New Delhi, Sep 15 (IANS) Popular games like Roblox, FIFA, PUBG and Minecraft are among 28 games that were exploited by malware between July 2021 and June this year, affecting more than 384,000 users via nearly 92,000 malicious files.
Other big series of games released during the last year — Elden Ring, Halo, and Resident Evil — were also actively abused by attackers who spread ‘RedLine’ malware under their guise, according to Kaspersky researchers.
RedLine is a password-stealing software, which extracts sensitive data from the victim’s device such as passwords, saved bank card details, cryptocurrency wallets and credentials for VPN services.
“Cybercriminals are creating more and more new schemes and tools to attack players and steal their credit card data and even game accounts, which can contain expensive skins that can later be sold. For example, strikes on e-sports, which are now gaining huge popularity around the world,” said Anton V. Ivanov, senior security researcher at Kaspersky.
In addition to the large number of downloaders that are able to install other unwanted programmes and adware, researchers also detected Trojan Spies – a category of spyware capable of tracking any data entered on the keyboard and taking screenshots.
Mimicking the whole interface of in-game stores for “CS:GO, PUBG and Warface”, scammers create fraudulent pages, offering potential victims a decent arsenal of various weapons and artifacts for free.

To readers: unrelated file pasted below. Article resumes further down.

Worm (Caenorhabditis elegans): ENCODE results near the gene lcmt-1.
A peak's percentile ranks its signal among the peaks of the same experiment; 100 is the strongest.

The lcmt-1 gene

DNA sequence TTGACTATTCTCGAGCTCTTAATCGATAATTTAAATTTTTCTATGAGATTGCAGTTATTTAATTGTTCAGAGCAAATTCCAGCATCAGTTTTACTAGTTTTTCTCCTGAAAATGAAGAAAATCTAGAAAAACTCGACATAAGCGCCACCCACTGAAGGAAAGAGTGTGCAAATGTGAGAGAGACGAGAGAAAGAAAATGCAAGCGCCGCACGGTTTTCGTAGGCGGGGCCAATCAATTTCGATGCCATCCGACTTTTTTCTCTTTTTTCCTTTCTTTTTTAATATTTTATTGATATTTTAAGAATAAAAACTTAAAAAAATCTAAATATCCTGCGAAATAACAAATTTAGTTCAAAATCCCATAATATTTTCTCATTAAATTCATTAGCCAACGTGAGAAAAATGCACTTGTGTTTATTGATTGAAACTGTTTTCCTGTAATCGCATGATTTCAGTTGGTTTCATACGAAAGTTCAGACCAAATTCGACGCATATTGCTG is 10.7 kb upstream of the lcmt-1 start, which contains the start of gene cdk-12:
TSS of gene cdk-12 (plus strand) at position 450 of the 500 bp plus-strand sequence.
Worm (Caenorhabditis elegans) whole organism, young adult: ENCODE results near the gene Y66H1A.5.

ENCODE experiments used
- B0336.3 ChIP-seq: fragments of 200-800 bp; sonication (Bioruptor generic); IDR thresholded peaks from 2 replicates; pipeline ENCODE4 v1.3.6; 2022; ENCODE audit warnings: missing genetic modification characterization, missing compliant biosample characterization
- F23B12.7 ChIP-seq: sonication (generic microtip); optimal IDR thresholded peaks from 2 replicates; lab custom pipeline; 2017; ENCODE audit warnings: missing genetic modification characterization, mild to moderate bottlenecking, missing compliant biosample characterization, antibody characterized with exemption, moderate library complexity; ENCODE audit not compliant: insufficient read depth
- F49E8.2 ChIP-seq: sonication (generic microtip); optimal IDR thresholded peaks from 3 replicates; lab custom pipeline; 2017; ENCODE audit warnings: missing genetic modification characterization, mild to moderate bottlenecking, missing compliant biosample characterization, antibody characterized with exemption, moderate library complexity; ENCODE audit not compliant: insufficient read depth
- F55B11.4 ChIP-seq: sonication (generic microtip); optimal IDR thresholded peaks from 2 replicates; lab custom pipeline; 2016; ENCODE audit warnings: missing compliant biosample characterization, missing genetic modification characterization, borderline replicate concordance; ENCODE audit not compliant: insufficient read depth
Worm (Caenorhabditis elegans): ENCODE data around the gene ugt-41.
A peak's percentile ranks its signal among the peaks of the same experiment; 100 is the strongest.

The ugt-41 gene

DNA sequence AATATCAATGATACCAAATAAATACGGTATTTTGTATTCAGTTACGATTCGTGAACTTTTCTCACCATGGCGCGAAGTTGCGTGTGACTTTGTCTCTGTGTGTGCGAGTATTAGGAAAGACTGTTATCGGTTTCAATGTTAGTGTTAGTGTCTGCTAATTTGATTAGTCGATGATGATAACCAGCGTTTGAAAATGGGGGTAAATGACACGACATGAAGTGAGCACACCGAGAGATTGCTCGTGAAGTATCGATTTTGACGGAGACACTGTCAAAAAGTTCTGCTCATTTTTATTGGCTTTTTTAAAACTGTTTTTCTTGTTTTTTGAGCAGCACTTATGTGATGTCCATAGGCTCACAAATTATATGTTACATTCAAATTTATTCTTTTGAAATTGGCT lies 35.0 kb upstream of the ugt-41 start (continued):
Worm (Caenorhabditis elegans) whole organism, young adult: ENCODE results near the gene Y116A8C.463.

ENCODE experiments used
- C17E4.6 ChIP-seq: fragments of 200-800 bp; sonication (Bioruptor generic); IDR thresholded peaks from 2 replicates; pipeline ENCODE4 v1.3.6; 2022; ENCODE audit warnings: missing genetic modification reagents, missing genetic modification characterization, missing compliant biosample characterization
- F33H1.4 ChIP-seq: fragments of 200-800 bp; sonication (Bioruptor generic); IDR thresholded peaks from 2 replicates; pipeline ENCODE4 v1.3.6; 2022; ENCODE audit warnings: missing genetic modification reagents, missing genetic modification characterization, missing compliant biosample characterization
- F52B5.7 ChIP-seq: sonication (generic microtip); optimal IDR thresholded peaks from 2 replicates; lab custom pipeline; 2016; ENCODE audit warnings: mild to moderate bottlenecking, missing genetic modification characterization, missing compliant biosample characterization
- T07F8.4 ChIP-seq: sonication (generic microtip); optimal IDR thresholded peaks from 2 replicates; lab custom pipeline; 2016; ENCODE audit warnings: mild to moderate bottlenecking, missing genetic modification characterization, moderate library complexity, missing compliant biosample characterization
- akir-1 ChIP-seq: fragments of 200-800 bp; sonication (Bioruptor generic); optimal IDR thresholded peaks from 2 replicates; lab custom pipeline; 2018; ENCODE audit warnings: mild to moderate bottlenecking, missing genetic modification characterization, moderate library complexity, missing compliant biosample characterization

To receive the gift, players need to enter login data for their social network accounts, such as Facebook or Twitter.
After taking over accounts, attackers are likely to search through personal messages for card details, or ask various friends of the victim for money, preying on their trust and carelessness, said researchers.
The number of users attacked by malicious software, which gathers sensitive data and spreads under the guise of some of the most popular gaming titles, has increased by 13 per cent compared to the first half of 2021.
In attempts to download new games from untrustworthy resources for free, players actually received malicious software, losing their gaming accounts and even money.
(Except for the headline, the rest of this IANS article is un-edited)